Review Summary: As a whole, Ascendancy suffers from too much repetition, but good musicianship and production make it more enjoyable than its predecessor.
*Note: I am reviewing the complete Trivium discography. This is part 2.
Okay, imagine seeing a movie like this. It’s one of those detective/secret agent films where the main characters are trying to track down the bad guy. In the first ten or fifteen minutes of the movie, you find out everything about the villain – his name, what he looks like, where he is, the reasons behind his crimes, and how to take him down. The rest of the movie consists of a two-hour long final showdown. I probably wouldn’t watch this movie, and neither would you. Right? Well, to an extent, that’s what it’s like to listen to Trivium’s sophomore album, Ascendancy. After two or three songs, we know exactly what the rest of the album is going to sound like, and it’s hard to listen all the way through. However, this movie does have good special effects – the album is well produced, and the musicianship can be quite impressive.
In 2005, Trivium is:
Matt Heafy – vocals, guitars
Corey Beaulieu – guitars
Paolo Gregoletto – bass
Travis Smith – drums, percussion
Actually, it’s a shame that this album is so repetitive, because some of the individual songs can be great to listen to. For example, “Pull Harder on the Strings of Your Martyr” is the obvious standout; it’s quite heavy in many places while still managing to be catchy throughout. By listening to any of the album’s twelve tracks (with the exception of opener “The End of Everything”), it’s clear that Trivium possesses an extraordinary amount of energy. This begs the question: Why couldn’t this energy have been put to better use? Many of the songs on the album – “Rain,” “Drowned and Torn Asunder,” “Ascendancy,” “The Deceived,” and “Suffocating Sight” – sound very similar, all containing an abundance of the same fast-paced drum beat, as well as having riffs that sound very much alike. Without more creativity, what is truly communicated ends up being nothing more than potential. “Dying in Your Arms” and the first half of “Departure” break the trend for a while, but in each case the all-too-familiar sound returns quite quickly.
And it’s not just the album as a whole that suffers from too much repetition; this problem sometimes occurs within separate songs as well. Within the first thirty seconds of “Rain,” for instance, we hear the verse riff AND the chorus riff. The song does change a couple of minutes later, but the damage has already been done. What reason do we have to keep listening for those two more minutes? Matt Heafy’s vocals? Actually, he’s not that bad of a vocalist – he’s just mediocre. As a screamer, while he’s not Alex Varkatzas, he’s still unable to produce anything more than a single, medium-pitched tone. His singing is somewhat better; he has a good amount of control over how much distortion he puts into his clean vocals (listen to closing track “Declaration” for a good example of this), although his range is fairly unimpressive. But maybe it’s possible to forgive Heafy for his mediocrity – after all, he also plays the guitar, and he does it well.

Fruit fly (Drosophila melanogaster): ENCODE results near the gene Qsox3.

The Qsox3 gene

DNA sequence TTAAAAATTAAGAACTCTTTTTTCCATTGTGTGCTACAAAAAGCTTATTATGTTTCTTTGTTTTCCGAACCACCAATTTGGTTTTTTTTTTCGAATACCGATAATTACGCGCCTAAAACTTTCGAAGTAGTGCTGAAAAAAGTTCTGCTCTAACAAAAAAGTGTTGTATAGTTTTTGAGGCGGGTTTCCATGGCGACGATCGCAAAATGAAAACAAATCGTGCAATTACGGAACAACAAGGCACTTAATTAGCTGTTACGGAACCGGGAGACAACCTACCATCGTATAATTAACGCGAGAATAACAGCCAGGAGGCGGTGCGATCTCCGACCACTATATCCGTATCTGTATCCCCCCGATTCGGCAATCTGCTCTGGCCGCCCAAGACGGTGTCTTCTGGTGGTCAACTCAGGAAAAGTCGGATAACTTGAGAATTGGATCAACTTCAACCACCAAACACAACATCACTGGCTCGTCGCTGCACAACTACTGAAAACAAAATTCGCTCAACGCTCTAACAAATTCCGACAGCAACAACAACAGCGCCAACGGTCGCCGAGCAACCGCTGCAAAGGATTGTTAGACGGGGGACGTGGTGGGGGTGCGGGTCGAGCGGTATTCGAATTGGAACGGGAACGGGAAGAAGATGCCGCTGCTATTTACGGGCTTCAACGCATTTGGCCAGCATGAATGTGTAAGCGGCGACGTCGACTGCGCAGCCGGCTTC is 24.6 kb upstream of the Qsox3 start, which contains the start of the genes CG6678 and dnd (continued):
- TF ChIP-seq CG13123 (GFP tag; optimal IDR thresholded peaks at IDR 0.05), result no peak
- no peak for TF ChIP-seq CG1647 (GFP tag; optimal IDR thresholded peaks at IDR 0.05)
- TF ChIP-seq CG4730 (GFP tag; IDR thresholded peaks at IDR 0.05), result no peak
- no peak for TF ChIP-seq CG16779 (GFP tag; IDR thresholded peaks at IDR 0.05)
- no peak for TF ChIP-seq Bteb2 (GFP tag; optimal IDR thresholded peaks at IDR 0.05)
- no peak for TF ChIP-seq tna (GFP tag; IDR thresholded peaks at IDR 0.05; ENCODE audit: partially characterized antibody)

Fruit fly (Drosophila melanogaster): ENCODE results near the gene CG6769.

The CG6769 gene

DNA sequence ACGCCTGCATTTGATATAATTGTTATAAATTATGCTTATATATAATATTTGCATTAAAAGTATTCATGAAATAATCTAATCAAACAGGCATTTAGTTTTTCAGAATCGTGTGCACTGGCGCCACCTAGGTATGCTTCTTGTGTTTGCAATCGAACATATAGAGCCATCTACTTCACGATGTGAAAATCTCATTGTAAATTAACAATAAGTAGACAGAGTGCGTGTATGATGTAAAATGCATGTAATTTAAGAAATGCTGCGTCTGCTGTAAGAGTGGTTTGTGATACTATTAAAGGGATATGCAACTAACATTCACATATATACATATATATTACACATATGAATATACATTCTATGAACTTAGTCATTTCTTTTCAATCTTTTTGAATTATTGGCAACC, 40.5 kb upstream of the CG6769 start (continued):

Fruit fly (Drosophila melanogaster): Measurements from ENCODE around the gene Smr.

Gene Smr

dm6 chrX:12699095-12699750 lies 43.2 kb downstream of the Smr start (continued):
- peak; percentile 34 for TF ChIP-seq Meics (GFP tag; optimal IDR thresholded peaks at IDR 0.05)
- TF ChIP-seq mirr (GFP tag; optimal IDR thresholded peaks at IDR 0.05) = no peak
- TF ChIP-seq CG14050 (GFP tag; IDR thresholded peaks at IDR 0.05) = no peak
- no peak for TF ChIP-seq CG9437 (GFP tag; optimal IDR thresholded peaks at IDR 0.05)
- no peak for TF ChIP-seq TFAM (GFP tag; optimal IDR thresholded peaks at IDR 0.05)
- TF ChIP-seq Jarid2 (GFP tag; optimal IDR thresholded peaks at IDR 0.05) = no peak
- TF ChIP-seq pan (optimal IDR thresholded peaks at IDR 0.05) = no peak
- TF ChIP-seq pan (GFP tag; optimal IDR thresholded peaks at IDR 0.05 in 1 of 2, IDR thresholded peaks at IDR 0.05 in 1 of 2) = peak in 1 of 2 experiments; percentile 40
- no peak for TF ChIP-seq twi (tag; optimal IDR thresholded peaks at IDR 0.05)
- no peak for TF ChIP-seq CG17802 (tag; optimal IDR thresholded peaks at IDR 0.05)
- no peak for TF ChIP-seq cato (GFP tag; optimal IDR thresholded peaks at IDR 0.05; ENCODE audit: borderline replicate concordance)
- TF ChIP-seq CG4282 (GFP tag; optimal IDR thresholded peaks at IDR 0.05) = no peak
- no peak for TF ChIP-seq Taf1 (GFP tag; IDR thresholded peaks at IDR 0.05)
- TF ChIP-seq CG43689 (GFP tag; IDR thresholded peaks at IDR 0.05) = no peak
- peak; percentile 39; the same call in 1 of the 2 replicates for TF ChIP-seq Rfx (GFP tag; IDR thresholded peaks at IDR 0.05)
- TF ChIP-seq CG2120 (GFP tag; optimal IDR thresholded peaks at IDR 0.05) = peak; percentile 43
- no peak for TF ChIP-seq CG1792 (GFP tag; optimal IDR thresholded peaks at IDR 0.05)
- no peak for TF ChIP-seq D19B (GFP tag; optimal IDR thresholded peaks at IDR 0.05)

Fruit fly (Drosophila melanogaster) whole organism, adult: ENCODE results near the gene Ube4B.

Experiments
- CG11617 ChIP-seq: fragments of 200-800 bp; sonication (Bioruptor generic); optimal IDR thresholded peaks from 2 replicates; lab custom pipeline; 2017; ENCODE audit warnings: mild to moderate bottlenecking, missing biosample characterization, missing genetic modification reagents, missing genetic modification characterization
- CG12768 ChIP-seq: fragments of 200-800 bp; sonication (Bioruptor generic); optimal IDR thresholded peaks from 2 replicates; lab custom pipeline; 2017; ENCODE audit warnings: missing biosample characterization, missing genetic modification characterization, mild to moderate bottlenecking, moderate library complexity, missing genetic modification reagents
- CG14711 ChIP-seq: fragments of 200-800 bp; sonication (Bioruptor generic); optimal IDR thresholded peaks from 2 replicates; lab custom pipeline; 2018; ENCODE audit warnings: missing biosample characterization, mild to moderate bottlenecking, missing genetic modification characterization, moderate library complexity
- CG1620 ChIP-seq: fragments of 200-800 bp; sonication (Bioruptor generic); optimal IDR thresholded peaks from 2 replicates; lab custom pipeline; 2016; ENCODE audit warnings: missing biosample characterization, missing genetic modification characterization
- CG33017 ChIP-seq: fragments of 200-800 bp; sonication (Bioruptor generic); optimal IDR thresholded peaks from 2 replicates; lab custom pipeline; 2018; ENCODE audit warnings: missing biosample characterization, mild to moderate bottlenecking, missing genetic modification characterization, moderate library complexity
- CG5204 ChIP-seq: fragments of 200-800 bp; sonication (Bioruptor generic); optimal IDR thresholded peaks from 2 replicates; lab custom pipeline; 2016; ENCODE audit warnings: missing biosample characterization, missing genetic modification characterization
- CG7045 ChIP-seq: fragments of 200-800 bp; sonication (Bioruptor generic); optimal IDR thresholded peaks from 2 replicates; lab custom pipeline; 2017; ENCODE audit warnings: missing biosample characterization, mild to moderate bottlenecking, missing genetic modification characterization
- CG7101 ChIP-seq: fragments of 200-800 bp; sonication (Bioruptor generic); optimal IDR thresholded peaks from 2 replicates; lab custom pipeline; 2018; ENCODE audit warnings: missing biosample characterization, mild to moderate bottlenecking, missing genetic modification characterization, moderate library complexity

Which leads me to my next point: all four musicians are quite good at what they do. Drummer Travis Smith is fast and energetic, and his playing sounds much smoother than it did on Trivium’s previous album, Ember to Inferno. Guitarists Heafy and Corey Beaulieu also shine, playing fast and technical (if sometimes uninspired) riffs and solos throughout the entire album. Bassist Paolo Gregoletto also performs well, but he’s drowned out by the guitars. It’s been said before, but this is a very big problem. It’s not just Trivium – I’m going to go ahead and criticize the entire metalcore genre for this. But whatever the case, the band members are certainly good musicians, and this is ultimately what makes the album somewhat entertaining. In addition, the production – handled by Jason Suecof – is much better than it was on Ember to Inferno.
The bonus version of the album contains four extra tracks. One is a re-recording of a song from Ember to Inferno, one is an original song, and one is a remix of “Dying in Your Arms.” This leaves one track – a cover of Metallica’s “Master of Puppets.” Personally, I enjoy the cover and I think it’s well-executed, but ultimately it’s up to you to decide how much you like it. I’ve heard both positive and negative reviews of the cover, and since I’m not exactly a huge Metallica fan, it’s not up to me to judge.
Overall, if you can look past the fact that many of the songs sound similar, and you don’t mind the fact that the screaming is mediocre at best, you’ll find that Ascendancy is a decent album with lots of energy and tons of potential. In particular, I believe that this is a good album for newcomers to the metal genre to listen to.
Recommended Tracks: “Pull Harder on the Strings of Your Martyr,” “Dying in Your Arms,” “Departure,” “Declaration”
FINAL VERDICT: 3/5